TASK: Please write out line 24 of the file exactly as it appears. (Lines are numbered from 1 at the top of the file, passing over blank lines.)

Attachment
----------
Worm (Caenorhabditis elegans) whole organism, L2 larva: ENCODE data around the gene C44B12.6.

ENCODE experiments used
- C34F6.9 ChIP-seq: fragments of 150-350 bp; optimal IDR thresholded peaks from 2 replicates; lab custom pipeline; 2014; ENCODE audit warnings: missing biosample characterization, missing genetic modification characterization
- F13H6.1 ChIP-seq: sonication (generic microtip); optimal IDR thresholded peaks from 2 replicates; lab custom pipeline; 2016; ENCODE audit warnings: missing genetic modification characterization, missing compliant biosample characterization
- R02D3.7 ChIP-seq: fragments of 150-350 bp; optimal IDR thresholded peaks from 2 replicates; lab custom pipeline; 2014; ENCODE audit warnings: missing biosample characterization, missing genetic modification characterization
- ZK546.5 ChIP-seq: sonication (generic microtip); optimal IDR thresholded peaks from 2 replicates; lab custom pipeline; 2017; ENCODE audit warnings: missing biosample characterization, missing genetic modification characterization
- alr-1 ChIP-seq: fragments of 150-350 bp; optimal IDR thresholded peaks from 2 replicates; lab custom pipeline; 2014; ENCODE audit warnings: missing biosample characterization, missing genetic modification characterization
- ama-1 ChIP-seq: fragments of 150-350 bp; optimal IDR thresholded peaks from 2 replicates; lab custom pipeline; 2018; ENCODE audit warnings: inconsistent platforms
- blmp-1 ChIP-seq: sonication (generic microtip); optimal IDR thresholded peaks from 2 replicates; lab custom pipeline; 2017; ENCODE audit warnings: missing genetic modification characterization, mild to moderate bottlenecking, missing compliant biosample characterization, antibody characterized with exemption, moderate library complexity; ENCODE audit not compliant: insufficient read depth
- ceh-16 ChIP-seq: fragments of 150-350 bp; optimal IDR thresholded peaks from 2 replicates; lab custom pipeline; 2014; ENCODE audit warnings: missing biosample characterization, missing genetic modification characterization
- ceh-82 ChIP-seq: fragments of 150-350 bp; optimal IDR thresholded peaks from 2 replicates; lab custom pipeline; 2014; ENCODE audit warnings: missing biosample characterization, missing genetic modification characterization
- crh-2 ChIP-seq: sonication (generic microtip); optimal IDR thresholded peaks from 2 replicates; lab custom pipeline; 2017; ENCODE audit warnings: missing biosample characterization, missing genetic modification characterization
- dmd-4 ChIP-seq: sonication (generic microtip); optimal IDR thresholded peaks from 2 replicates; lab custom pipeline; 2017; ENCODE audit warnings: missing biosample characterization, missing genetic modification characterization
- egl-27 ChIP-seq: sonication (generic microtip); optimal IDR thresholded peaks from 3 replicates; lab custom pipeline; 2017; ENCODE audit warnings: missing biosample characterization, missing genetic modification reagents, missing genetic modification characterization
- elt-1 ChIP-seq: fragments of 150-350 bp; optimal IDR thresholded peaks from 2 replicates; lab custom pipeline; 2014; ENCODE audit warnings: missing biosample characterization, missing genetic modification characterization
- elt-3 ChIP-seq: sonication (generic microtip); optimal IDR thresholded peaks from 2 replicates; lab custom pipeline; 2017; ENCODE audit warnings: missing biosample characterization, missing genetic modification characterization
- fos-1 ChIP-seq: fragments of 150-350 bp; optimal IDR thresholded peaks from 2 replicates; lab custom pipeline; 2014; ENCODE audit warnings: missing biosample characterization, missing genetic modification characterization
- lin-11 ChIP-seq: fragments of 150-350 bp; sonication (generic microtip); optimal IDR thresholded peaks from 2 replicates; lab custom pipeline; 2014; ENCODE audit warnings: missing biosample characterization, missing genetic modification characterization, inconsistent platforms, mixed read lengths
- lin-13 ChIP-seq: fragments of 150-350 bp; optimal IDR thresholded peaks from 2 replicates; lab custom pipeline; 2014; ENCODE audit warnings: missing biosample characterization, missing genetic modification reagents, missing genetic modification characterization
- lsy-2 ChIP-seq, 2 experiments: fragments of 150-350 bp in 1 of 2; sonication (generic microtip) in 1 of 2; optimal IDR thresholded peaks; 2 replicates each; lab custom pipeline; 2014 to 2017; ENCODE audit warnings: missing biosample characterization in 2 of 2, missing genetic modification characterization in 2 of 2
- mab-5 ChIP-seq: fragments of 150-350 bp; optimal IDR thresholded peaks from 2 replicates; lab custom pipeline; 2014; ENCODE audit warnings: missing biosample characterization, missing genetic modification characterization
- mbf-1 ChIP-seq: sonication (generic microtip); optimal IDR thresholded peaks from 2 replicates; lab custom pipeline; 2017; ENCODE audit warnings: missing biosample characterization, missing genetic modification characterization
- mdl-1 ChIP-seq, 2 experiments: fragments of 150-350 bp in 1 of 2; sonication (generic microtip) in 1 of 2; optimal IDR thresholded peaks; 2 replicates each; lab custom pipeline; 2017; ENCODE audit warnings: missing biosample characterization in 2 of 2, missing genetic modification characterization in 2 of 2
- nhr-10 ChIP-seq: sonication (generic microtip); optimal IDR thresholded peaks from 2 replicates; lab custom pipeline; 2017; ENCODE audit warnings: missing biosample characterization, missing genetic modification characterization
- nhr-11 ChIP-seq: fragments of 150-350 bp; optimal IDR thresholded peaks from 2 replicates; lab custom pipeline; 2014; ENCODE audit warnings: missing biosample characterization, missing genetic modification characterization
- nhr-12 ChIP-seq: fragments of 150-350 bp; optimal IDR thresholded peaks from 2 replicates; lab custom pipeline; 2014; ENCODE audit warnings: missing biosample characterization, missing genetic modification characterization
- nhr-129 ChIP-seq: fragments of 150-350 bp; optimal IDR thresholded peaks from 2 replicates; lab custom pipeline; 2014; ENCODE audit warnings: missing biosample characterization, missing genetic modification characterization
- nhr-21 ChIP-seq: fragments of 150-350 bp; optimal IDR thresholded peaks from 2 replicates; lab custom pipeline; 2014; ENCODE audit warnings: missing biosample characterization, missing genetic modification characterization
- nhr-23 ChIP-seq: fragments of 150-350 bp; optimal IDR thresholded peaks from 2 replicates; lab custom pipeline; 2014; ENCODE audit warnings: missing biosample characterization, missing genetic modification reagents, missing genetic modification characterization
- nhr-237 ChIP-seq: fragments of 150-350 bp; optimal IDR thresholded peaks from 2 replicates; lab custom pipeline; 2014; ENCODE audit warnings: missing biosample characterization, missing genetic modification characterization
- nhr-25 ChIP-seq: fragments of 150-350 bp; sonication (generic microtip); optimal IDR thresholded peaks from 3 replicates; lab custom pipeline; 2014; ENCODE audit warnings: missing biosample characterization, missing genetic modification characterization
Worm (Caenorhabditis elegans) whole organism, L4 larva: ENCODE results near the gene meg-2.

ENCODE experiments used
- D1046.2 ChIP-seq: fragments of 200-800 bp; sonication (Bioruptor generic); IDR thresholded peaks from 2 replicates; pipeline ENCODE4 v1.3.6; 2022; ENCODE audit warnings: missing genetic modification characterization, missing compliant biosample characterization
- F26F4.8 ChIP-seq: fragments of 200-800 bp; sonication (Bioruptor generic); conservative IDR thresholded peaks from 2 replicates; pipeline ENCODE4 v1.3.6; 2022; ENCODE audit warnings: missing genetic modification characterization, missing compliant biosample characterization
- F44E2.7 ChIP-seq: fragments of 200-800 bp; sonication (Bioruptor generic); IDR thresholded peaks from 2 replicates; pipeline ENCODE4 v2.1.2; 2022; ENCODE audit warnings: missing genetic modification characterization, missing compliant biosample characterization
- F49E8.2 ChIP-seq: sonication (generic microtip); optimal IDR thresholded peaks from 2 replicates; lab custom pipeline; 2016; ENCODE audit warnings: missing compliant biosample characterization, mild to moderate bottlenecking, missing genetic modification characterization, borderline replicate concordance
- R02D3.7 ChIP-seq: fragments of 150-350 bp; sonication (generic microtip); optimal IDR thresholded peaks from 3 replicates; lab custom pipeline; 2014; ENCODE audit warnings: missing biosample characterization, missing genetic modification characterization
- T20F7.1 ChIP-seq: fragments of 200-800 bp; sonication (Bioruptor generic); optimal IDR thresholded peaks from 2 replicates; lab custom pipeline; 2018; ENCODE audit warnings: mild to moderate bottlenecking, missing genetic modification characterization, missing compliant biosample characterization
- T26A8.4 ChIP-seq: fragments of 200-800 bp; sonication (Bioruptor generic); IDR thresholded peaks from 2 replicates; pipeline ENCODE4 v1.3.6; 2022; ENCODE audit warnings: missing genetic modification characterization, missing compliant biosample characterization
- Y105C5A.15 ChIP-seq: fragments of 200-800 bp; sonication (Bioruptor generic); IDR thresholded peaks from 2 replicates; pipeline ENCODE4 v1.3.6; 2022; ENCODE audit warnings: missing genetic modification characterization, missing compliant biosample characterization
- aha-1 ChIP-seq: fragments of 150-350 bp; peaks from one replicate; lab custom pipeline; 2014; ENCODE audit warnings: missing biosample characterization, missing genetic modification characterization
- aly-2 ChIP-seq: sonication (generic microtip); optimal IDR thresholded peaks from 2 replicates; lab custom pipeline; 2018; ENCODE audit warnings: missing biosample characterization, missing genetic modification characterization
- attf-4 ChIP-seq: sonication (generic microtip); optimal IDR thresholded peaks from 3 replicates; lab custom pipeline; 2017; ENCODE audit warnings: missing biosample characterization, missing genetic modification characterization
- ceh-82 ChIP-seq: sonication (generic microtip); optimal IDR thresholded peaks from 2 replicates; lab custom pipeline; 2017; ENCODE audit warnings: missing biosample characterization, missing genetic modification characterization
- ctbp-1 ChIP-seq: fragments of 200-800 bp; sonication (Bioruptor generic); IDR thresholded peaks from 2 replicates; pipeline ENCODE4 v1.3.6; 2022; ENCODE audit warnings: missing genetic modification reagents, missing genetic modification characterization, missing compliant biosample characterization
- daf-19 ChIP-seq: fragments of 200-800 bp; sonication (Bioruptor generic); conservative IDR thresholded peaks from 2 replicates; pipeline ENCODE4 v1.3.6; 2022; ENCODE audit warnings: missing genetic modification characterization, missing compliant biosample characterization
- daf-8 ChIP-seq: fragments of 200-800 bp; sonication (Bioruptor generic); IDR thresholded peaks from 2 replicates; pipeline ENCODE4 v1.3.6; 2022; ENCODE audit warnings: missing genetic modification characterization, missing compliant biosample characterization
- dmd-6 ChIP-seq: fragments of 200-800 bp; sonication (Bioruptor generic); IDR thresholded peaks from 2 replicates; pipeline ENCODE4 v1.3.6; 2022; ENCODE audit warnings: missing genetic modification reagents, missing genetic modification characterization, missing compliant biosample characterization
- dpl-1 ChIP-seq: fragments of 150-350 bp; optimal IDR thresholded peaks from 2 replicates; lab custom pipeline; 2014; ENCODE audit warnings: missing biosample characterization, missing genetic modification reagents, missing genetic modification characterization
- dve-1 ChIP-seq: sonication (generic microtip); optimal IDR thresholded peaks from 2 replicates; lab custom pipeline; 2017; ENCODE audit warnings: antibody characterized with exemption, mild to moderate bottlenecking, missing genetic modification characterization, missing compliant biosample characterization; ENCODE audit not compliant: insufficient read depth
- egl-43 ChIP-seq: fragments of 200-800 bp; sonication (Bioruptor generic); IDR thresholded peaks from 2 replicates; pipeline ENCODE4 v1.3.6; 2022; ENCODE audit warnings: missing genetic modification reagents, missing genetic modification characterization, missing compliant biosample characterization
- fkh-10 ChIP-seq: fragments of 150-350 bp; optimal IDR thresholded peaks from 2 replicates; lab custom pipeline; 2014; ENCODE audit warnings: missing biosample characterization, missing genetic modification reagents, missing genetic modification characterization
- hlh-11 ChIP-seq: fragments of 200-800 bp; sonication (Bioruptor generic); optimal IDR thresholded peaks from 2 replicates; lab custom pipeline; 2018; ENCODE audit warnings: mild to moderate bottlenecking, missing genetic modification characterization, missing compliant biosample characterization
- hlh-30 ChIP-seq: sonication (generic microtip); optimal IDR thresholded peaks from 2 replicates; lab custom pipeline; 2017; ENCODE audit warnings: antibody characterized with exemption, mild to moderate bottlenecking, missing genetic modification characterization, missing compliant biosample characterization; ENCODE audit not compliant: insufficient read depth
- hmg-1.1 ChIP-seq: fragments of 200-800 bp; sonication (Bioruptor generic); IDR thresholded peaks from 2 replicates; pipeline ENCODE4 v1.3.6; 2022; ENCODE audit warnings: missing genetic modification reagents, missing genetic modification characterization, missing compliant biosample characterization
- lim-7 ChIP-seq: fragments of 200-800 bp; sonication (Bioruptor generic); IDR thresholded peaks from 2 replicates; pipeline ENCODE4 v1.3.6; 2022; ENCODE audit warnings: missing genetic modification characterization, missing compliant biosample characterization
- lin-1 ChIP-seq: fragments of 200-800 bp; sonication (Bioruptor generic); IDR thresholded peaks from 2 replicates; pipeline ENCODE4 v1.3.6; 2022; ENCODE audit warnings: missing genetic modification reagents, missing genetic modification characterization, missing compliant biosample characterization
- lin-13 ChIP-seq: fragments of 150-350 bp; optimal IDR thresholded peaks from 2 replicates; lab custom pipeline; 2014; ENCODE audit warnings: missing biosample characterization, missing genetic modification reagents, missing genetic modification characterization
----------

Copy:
- nhr-10 ChIP-seq: sonication (generic microtip); optimal IDR thresholded peaks from 2 replicates; lab custom pipeline; 2017; ENCODE audit warnings: missing biosample characterization, missing genetic modification characterization